John Ford, John Wayne and Jimmy Stewart together in a Western about the Myth and Truth of The Man Who Shot Liberty Valance. Senator Ranse Stoddard (Jimmy Stewart) returns to the city of Shinbone in the Wild West, to go to the funeral of his friend, Tom Doniphon (John Wayne). To a journalist, who's wondering what the senator is doing in Shinbone, he tells how his career started as "the man who shot Liberty Valance".
A journalist at the end of the movie sums up the theme of this terrific Western in a nutshell: "If you are forced to print the truth or the myth, you always print the myth."
And that's what the old West was all about which really is a great analogy of Americana as we know it right now in this early 21st Century.
The Man Who Shot Liberty Valance centers on the story of Ranse Stoddard, an idealistic man fresh out of law school who gets beaten almost to death by Liberty Valance in a stagecoach robbery and seeks justice. But not the justice of fists and guns like they usually do in the old West, but justice of the law in this young country determined to set up law and order.
John Wayne is old school but smart. He knows the world isn't like the one Ranse lives in and perceives it is, but it's coming soon. Liberty Valance is a bad man and needs to be punished, but what's the moral way to punish him? But more importantly, what's the way in this current lifestyle and world to give someone the justice they deserve?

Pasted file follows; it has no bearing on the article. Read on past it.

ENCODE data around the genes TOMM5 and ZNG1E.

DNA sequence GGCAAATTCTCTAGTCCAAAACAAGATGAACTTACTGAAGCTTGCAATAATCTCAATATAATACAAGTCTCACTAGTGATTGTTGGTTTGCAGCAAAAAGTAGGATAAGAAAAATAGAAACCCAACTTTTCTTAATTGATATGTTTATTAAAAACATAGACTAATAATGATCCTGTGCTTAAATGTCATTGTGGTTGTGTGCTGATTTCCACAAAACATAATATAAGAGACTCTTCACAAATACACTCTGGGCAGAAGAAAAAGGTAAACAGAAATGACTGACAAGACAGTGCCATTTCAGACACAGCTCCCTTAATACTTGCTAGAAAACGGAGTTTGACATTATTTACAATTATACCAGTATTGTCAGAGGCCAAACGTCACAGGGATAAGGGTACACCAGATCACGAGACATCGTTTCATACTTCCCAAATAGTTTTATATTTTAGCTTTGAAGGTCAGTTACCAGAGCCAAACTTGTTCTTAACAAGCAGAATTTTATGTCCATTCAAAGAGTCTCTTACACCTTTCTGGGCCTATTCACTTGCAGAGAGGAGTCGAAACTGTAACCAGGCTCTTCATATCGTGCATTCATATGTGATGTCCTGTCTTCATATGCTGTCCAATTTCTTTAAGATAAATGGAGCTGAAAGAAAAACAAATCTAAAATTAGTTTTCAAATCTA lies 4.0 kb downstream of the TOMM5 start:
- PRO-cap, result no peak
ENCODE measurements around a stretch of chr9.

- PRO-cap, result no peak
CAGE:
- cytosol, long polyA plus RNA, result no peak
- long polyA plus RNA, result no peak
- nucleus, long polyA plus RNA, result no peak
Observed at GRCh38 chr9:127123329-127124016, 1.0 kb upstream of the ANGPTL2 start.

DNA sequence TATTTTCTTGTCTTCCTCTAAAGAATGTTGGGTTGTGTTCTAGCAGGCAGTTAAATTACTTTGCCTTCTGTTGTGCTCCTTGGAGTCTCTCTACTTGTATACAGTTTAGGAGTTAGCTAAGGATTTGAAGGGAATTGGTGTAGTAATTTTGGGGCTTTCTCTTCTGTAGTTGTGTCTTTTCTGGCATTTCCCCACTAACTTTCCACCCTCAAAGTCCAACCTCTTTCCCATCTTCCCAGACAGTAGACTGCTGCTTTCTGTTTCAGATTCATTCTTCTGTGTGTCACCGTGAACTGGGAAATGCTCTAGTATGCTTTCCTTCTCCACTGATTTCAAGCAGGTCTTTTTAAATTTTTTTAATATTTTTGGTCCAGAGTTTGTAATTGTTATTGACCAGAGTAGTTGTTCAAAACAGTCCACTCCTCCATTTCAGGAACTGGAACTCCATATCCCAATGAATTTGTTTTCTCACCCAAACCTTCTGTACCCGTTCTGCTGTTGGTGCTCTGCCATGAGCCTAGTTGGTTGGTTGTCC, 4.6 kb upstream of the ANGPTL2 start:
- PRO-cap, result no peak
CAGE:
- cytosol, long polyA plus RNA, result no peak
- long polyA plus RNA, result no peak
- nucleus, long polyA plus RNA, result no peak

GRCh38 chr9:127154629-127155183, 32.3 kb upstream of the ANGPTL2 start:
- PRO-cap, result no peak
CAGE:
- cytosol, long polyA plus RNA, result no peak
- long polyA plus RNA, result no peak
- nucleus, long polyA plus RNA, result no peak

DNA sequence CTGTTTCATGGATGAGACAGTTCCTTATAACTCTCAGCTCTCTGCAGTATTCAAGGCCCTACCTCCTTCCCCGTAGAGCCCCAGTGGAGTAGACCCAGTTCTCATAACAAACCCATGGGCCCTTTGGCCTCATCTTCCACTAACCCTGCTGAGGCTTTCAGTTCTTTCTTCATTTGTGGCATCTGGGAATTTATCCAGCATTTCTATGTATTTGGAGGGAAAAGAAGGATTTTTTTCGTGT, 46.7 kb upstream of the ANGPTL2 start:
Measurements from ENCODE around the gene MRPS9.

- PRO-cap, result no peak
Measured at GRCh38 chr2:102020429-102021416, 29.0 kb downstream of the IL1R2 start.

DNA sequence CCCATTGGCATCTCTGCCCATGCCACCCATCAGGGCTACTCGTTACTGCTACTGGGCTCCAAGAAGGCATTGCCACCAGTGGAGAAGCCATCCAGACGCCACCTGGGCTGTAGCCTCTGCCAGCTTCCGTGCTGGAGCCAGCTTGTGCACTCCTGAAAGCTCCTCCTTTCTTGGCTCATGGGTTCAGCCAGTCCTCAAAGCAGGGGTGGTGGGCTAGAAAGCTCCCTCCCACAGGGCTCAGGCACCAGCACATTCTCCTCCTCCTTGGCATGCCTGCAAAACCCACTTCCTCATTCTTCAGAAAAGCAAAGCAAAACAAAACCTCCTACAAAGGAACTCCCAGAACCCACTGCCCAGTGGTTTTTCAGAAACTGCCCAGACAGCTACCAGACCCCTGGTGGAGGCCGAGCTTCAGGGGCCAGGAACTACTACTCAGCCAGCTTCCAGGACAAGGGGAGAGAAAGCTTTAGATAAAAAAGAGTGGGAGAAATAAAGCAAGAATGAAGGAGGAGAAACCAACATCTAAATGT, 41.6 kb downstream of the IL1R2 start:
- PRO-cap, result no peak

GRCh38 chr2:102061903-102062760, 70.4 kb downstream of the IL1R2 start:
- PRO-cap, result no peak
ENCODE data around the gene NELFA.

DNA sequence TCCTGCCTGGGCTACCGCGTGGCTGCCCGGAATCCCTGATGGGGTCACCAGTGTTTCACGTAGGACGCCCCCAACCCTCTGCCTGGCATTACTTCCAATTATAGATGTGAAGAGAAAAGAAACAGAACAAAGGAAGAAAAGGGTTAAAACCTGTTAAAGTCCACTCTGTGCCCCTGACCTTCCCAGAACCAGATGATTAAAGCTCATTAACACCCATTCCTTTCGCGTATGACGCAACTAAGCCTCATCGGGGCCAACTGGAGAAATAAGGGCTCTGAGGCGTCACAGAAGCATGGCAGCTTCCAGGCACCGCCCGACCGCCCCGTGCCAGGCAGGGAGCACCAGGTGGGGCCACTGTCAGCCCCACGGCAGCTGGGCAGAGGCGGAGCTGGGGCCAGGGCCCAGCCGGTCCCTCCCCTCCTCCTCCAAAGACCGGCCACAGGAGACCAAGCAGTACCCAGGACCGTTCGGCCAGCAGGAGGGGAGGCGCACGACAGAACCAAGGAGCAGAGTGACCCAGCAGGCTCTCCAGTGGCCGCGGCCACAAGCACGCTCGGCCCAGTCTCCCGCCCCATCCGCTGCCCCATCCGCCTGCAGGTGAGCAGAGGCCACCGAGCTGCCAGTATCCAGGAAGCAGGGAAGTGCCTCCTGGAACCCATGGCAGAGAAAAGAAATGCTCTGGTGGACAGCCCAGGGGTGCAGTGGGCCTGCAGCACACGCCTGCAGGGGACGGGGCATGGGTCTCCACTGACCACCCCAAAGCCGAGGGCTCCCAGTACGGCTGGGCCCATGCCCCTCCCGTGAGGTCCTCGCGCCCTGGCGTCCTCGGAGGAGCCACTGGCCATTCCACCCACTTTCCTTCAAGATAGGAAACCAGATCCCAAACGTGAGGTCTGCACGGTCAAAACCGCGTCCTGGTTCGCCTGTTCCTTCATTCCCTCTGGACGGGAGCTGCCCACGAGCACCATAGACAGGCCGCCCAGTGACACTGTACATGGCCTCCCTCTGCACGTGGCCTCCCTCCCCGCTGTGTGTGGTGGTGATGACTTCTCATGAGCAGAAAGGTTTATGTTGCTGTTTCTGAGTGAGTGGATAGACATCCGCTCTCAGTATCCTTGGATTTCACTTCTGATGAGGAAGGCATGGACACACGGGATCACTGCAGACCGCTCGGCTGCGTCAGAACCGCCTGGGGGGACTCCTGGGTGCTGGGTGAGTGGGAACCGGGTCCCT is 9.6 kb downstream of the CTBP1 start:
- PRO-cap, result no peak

This is a film where the three key creative people are all doing the things that they are great at. John Wayne playing the blue color Cowboy with a strong moral code. Jimmy Stewart playing the white color idealist wanting the world to be a good place. And John Ford directing another Western with strong universal themes that still stand the test of time now and probably forever. And this is really the film that defines all of their careers as it's the most mature and grownup film that all of them made.
The world was changing in the old West and there was a shift of power in man and who controlled the young country of U.S.A.. The men who were smart with their brains were fitting in much better than the men who were smart with their hands. Most people want the world to be a better place than what they live in, but very few knew how. And the ones who were then were now the book smart and literature savvy types who were figuring things out much quicker.
It's a much better story to say that the man who can play the new game of politics was the hero than the drifter who is not as well spoken and doesn't have the media savvy that was then beginning to be so important. Both of the characters Jimmy Stewart and John Wayne play are good people and both have obvious courage, but one is headed for a much brighter future because he's the one with better pedigree. While the other won't even be remembered at the end of the day.
One character gets it all. The fame, fortune and even the girl as the other dies without nobody knowing who he was but it really the true hero. And it's not the history books that write the truth because they seem to want to write the best story.
A must see film for anyone a fan of storytelling.